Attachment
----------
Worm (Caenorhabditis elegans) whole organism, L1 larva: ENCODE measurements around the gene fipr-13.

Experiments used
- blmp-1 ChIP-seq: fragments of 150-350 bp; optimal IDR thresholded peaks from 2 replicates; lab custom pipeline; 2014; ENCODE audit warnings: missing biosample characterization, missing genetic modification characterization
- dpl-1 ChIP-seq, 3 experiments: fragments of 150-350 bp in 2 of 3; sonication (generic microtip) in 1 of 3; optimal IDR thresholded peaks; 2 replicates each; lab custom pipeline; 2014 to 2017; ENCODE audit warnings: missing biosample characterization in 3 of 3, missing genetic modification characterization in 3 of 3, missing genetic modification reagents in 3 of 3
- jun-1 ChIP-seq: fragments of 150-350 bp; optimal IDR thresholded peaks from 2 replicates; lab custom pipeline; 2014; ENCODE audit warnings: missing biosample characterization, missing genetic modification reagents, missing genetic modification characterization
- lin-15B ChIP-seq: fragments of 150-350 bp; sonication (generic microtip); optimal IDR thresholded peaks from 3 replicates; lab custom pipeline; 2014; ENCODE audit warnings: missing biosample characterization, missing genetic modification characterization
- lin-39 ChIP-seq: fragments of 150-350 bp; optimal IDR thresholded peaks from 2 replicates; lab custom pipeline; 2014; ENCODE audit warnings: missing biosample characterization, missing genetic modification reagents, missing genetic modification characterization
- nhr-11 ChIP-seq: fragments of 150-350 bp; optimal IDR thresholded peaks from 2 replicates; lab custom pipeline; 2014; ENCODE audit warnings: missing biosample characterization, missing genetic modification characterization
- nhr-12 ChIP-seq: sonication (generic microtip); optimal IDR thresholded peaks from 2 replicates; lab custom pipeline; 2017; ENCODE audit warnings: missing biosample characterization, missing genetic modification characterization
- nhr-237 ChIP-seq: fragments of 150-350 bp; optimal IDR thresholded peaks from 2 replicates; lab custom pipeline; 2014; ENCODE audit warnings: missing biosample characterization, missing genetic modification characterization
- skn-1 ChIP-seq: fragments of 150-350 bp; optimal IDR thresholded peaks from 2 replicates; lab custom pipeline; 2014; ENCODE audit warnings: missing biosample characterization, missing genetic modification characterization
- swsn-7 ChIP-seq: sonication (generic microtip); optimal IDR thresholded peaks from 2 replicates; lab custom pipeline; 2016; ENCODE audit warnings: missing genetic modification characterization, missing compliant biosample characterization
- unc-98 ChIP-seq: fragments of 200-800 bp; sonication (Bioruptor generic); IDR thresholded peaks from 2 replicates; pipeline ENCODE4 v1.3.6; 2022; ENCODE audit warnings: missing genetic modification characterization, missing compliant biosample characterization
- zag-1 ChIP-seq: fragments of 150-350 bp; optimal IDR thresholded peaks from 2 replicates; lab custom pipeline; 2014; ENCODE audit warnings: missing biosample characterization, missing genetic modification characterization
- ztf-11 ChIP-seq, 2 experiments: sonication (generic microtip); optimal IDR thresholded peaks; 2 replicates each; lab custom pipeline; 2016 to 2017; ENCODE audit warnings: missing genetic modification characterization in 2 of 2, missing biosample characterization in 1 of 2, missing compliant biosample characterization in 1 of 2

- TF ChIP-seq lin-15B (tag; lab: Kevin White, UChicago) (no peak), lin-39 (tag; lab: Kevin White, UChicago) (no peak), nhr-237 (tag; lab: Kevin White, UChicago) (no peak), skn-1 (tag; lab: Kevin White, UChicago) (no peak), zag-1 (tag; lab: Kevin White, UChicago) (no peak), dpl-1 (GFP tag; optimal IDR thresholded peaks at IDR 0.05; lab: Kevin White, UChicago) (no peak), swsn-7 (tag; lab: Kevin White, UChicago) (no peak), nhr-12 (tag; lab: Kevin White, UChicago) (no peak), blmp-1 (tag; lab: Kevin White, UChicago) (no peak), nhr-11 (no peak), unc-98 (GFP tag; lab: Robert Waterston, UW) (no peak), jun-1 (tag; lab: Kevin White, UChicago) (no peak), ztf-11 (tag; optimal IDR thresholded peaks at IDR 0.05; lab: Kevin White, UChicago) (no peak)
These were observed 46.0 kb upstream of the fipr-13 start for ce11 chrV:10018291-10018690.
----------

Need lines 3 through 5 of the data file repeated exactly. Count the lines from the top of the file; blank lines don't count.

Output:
- blmp-1 ChIP-seq: fragments of 150-350 bp; optimal IDR thresholded peaks from 2 replicates; lab custom pipeline; 2014; ENCODE audit warnings: missing biosample characterization, missing genetic modification characterization
- dpl-1 ChIP-seq, 3 experiments: fragments of 150-350 bp in 2 of 3; sonication (generic microtip) in 1 of 3; optimal IDR thresholded peaks; 2 replicates each; lab custom pipeline; 2014 to 2017; ENCODE audit warnings: missing biosample characterization in 3 of 3, missing genetic modification characterization in 3 of 3, missing genetic modification reagents in 3 of 3
- jun-1 ChIP-seq: fragments of 150-350 bp; optimal IDR thresholded peaks from 2 replicates; lab custom pipeline; 2014; ENCODE audit warnings: missing biosample characterization, missing genetic modification reagents, missing genetic modification characterization